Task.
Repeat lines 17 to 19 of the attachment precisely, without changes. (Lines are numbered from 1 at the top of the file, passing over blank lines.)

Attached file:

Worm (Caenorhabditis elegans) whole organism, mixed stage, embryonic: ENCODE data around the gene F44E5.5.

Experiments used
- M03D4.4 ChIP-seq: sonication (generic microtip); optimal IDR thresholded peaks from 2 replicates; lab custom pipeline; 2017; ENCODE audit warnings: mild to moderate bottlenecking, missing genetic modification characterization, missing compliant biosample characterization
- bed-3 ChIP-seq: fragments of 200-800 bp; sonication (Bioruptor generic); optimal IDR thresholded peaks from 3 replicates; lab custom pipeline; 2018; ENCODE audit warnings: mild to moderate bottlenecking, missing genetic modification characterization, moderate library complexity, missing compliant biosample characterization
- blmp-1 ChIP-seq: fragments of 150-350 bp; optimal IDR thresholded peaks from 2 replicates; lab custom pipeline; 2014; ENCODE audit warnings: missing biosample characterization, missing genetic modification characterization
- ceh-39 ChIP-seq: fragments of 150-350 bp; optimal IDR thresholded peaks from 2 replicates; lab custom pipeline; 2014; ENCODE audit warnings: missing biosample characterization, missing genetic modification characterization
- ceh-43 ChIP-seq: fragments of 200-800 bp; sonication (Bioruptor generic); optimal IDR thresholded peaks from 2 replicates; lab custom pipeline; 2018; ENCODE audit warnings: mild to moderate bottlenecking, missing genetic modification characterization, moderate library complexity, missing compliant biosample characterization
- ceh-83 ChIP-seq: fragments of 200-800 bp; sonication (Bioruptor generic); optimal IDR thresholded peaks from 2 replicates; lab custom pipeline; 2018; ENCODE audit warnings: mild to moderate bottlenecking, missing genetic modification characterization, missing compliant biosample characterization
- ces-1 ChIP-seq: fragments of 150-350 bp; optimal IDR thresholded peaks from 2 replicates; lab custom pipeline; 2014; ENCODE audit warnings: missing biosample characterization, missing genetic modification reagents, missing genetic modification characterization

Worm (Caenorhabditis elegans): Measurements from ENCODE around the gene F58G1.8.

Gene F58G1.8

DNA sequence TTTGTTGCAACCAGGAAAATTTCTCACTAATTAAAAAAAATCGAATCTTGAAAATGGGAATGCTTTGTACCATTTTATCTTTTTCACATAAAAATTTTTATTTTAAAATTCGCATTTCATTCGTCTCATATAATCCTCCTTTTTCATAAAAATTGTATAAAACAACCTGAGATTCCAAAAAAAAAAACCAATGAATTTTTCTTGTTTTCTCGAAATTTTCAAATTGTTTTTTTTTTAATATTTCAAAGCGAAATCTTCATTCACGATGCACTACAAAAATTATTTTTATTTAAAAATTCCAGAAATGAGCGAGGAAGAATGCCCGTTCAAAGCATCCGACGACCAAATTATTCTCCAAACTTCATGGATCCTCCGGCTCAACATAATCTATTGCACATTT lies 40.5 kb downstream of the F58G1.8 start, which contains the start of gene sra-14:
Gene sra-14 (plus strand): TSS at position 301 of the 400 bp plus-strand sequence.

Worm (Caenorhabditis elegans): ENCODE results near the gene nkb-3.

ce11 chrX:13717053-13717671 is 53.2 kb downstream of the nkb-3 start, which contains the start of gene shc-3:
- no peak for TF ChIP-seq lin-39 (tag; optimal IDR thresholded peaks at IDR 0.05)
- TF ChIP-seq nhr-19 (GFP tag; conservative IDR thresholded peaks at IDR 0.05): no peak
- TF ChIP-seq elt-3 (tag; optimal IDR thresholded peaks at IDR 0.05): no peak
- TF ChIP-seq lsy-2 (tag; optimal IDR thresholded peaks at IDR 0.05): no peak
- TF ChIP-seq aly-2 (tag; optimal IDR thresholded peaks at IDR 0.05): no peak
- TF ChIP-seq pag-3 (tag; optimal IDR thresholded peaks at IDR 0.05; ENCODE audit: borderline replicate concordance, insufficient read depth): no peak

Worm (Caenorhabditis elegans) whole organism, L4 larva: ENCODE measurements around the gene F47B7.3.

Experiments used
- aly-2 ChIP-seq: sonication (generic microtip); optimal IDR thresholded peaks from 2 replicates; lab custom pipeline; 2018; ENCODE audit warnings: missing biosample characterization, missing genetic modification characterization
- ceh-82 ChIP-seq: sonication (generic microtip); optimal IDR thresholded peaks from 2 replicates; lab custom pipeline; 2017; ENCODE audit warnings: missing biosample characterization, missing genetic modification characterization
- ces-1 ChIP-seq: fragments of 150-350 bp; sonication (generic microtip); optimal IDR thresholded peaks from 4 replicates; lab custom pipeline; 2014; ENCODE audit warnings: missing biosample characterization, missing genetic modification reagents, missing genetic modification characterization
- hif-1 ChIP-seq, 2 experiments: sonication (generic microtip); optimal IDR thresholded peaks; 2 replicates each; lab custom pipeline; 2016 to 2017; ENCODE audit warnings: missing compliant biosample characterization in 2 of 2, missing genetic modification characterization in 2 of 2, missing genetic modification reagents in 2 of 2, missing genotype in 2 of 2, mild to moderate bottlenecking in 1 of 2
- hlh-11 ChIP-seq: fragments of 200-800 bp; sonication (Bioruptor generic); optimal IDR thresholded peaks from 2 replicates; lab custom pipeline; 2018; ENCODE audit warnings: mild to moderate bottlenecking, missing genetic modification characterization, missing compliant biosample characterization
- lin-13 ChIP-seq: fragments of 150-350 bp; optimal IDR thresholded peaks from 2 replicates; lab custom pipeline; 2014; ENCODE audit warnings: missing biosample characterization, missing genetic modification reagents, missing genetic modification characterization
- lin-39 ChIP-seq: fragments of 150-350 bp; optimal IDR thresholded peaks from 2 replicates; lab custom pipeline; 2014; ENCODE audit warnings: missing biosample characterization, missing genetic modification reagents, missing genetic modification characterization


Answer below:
- TF ChIP-seq nhr-19 (GFP tag; conservative IDR thresholded peaks at IDR 0.05): no peak
- TF ChIP-seq elt-3 (tag; optimal IDR thresholded peaks at IDR 0.05): no peak
- TF ChIP-seq lsy-2 (tag; optimal IDR thresholded peaks at IDR 0.05): no peak